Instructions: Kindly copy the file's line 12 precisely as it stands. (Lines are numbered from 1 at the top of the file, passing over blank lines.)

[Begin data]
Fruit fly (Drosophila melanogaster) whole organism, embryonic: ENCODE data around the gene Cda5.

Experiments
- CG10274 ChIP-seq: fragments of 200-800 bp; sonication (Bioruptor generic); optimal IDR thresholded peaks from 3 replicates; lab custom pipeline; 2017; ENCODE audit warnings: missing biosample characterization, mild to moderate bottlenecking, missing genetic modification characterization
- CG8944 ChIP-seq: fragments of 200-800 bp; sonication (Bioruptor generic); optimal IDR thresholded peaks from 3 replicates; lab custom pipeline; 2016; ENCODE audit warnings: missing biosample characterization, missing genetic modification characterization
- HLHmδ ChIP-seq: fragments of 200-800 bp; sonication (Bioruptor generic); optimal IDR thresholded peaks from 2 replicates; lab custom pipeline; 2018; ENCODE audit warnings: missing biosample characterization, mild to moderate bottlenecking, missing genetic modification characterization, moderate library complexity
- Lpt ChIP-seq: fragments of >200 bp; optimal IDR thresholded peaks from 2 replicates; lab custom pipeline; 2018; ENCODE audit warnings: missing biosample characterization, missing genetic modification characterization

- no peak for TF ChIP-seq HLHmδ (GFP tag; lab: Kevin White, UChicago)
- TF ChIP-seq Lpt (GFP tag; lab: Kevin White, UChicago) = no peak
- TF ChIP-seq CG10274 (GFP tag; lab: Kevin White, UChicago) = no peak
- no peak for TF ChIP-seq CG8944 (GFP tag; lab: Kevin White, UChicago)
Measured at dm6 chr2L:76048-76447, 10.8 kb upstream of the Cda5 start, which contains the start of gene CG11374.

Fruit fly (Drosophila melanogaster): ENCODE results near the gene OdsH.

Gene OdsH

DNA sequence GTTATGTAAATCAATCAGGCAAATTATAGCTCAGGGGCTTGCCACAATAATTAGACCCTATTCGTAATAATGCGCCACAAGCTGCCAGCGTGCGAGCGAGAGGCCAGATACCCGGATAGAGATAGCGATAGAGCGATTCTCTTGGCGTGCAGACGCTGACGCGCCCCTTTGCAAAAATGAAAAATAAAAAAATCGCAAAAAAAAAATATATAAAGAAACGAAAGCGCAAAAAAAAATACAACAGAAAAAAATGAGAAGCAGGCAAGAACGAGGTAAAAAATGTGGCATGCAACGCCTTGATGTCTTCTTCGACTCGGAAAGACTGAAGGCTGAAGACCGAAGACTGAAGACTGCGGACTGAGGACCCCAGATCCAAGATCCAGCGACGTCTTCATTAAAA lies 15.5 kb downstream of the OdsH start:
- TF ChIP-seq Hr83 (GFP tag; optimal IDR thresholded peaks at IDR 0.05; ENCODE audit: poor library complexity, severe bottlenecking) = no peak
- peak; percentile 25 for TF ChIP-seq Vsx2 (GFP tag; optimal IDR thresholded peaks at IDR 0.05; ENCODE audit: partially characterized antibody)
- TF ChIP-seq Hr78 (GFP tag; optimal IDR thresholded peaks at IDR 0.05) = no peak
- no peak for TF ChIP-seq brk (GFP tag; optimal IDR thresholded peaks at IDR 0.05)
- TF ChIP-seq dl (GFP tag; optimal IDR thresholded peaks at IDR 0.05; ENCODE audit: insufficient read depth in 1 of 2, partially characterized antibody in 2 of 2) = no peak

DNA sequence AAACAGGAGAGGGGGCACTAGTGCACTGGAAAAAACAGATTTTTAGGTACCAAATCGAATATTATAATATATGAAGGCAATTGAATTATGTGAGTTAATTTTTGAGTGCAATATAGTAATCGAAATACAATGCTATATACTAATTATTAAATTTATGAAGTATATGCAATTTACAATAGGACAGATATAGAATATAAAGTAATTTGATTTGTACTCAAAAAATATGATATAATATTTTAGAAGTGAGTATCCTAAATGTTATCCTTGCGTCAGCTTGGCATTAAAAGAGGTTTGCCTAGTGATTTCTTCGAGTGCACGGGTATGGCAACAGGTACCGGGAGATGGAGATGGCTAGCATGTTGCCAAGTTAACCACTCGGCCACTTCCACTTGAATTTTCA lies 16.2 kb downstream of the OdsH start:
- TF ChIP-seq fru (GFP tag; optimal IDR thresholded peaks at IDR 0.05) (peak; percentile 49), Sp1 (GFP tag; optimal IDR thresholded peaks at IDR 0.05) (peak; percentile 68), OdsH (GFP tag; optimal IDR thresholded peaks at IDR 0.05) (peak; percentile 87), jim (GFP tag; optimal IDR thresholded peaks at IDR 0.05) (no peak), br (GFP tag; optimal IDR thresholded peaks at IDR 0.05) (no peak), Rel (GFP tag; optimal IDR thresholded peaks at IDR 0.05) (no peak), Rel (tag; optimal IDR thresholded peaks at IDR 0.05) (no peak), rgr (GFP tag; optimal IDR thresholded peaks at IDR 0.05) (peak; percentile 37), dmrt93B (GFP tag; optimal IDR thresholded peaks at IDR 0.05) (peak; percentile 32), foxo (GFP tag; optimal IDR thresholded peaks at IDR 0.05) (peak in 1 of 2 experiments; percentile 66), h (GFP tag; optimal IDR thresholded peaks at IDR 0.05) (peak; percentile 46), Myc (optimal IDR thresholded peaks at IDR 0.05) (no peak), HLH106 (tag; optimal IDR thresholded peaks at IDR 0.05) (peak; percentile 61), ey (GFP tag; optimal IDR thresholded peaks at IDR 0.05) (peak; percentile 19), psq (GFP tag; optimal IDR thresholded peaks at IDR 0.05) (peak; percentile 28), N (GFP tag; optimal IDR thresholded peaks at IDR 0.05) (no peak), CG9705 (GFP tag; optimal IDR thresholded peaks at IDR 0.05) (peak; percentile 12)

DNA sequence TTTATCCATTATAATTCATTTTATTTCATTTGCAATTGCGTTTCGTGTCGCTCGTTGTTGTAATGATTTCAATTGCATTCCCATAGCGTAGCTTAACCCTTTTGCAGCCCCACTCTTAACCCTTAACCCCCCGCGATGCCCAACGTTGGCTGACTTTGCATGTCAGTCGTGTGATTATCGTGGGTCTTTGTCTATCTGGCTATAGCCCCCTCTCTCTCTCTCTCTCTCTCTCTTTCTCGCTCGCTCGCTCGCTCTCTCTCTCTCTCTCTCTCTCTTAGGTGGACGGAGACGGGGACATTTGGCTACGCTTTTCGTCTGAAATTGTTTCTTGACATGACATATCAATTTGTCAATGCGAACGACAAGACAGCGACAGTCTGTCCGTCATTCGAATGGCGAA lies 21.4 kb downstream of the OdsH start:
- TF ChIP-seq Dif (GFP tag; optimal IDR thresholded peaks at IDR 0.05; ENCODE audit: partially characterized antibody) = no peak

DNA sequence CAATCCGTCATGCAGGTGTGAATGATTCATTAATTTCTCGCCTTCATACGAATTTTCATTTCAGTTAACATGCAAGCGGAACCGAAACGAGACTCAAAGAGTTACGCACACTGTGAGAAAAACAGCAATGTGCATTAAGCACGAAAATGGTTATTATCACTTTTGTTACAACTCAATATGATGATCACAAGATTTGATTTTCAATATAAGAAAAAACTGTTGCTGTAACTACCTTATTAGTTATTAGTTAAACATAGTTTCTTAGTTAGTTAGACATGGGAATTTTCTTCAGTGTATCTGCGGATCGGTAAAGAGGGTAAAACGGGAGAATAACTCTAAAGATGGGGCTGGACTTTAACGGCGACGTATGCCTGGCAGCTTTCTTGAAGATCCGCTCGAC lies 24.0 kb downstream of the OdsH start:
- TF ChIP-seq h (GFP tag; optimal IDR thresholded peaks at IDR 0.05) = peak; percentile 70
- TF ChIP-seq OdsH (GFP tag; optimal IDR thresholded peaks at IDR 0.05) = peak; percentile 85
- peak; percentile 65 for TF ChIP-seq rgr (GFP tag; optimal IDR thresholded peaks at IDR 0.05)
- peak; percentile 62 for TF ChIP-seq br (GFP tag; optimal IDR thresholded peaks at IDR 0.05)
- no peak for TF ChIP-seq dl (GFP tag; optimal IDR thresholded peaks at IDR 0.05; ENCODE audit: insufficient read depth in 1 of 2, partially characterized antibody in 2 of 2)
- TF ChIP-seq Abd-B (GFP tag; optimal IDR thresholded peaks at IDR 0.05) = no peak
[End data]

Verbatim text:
Fruit fly (Drosophila melanogaster): ENCODE results near the gene OdsH.